named settler has nled notice of his inten
tion to make tinal proof in support of his
claim, and that said prool will be made lie
fore the bounty Clerk of Linn County, at
Albany, Or., on May 2, 1890, viz :
DAVID 8. MYERS,
H.E.Ko. 7870. for the N. E. N. E. 4,
Sec. 28, T. 11 8., R. 1 E.
He names the following witnesses to prove
hia continuous residence upon and cultiva
tion of, said land, viz: William W.San,
ders, Milton W. Yeoman, George A. Down
Ing, Bennie White, all of bacomb, Or.
ltOBEBT A. MlLLIK,
Notice li-bereby given, that, by au order of the
County Court of Ltun couuty. Oregon, thelnnder
ilsnnd hail beeu duly ai!xlnted,'and now 14, the
duly qualified and actiitR Kxeeutor of the ettate
of Joha Settle, deceased. AU parties having
claims against said estate are hereby required to
present the same, proiierly verified, within six
months from the aoth day of February, ISI16, the
date of the tlrst publiculion hereof, to the under
signed at the office of Saoi'l M. Garland, Let),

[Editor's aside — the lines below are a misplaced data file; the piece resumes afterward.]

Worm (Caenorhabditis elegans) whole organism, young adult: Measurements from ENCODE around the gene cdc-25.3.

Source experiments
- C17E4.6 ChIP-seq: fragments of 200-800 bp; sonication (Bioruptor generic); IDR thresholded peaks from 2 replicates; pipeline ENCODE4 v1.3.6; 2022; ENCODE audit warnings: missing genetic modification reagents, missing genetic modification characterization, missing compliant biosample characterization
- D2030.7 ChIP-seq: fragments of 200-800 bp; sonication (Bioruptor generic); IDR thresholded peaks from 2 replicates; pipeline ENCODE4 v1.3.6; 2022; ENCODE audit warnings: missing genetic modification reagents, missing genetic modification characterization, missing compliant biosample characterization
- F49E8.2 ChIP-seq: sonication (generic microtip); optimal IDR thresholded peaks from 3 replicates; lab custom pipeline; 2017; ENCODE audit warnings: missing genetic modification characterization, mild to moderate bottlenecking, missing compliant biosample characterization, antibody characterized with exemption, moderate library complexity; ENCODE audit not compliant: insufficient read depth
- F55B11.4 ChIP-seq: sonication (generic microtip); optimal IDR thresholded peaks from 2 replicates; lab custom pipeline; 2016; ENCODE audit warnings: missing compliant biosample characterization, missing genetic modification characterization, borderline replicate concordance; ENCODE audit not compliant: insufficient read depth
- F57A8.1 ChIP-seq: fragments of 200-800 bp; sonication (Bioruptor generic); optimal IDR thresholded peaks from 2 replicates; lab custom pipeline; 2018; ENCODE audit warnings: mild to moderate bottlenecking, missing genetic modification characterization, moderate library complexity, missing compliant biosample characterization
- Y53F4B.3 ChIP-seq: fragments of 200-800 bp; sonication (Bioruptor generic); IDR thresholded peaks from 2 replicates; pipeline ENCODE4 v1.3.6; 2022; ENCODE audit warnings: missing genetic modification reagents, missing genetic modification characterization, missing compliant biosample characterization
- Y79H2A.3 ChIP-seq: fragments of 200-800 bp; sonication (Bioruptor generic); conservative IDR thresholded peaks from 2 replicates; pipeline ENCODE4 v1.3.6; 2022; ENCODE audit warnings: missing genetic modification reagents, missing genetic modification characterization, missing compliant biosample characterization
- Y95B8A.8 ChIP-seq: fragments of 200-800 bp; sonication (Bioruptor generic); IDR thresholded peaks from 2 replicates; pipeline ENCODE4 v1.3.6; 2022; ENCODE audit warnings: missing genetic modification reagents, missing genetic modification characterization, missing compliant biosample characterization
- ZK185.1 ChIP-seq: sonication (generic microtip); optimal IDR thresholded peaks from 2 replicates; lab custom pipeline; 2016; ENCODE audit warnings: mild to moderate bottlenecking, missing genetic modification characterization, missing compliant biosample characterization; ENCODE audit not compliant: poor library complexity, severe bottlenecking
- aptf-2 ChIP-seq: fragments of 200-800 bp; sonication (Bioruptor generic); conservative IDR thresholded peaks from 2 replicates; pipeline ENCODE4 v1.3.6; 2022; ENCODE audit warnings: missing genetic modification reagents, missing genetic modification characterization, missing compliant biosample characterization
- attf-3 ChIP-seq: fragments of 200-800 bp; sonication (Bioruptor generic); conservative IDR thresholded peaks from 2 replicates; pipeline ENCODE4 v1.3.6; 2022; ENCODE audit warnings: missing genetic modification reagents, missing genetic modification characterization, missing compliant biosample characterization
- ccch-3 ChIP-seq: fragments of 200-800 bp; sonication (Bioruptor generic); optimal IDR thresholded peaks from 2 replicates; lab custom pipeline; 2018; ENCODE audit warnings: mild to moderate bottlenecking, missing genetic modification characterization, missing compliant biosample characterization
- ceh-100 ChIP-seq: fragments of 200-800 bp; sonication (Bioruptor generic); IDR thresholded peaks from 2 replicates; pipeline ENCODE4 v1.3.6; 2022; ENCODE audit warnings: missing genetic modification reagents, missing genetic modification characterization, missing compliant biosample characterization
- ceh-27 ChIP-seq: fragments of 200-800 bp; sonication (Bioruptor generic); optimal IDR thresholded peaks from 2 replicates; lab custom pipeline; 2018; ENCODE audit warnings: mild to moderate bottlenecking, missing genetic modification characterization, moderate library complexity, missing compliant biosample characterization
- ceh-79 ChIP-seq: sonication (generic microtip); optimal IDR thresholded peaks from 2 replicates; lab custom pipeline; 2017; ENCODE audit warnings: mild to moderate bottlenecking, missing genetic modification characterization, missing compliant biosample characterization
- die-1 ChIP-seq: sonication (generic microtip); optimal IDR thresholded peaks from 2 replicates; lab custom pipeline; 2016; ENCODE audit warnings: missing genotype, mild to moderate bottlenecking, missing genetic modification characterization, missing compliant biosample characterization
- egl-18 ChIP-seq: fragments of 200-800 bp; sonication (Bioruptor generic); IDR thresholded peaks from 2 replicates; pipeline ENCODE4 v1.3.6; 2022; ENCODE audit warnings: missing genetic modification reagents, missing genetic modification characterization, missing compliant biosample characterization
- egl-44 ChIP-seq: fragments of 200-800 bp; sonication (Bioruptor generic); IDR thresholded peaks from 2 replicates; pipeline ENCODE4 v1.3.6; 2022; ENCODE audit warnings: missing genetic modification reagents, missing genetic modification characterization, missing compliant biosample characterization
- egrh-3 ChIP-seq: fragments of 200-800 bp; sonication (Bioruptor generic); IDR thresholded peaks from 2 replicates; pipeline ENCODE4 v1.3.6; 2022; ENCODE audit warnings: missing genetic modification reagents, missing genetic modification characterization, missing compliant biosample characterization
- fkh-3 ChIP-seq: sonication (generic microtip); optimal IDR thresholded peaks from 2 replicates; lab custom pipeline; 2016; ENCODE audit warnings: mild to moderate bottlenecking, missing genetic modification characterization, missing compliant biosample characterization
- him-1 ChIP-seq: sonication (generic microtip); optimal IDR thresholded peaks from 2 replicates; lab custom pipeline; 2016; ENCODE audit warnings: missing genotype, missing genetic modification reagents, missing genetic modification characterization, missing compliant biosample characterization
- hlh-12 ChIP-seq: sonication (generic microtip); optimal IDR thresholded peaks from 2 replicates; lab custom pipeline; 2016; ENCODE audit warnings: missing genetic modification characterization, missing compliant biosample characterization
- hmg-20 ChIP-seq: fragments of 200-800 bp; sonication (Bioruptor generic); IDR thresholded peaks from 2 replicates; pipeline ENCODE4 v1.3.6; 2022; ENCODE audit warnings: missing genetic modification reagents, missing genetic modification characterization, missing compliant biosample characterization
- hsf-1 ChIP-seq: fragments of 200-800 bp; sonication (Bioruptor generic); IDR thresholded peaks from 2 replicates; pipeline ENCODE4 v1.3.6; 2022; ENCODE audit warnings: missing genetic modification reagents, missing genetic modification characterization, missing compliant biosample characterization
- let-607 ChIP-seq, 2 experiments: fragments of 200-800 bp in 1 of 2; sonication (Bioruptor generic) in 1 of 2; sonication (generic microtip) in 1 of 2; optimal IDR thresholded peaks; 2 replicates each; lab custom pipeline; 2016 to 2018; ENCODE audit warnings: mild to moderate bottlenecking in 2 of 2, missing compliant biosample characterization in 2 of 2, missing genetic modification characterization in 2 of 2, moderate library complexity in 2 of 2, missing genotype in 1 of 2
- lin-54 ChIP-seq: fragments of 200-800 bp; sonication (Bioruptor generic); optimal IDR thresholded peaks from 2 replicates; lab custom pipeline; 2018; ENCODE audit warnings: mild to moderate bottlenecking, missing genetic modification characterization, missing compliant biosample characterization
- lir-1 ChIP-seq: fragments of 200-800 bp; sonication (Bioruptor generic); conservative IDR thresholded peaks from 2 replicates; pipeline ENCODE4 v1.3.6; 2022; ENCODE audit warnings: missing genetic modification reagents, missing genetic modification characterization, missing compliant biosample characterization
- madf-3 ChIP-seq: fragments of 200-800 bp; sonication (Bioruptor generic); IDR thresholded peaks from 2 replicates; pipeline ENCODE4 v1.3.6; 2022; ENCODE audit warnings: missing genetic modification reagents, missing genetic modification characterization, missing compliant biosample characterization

anon, Uun county. Orceou.
J. M. Settle, Kxeeutor,
Sax'L M. Oakland, Alty, for.Exeeutor.
Highest of all in Leavening Power.
At an early hour Sunday morning
John Pentnger made a murderous as
sault upon James G. Elliott, at the
front entrance of tin) hotel in Central
Point (Jackson county).., A dance had
been Iu progress during the night iu
the hall at the hotel and had just
broken up and the participants were
in the act of leaving the building and
when young Elliott, who bad just
come down stairs, started to go out of
the door, Peuinger put bis left hand
on Elliott's shoulder and without a
word of warning plunged a dagger In
to his breast. Thero were several per
sons standing near, among whom was
the town marshal, and as soon as lie
realized what had taken place he ar
rested Penlnger, but in doing so was
obliged to call for assistance, as Pen
inger's friends' soon gathered around
him and had not assistance arrived
the arrest would have been prevented.
As it was, Barton Patrick, who the
marshal claimed was the leader pre
venting bim from arresting Peuinger,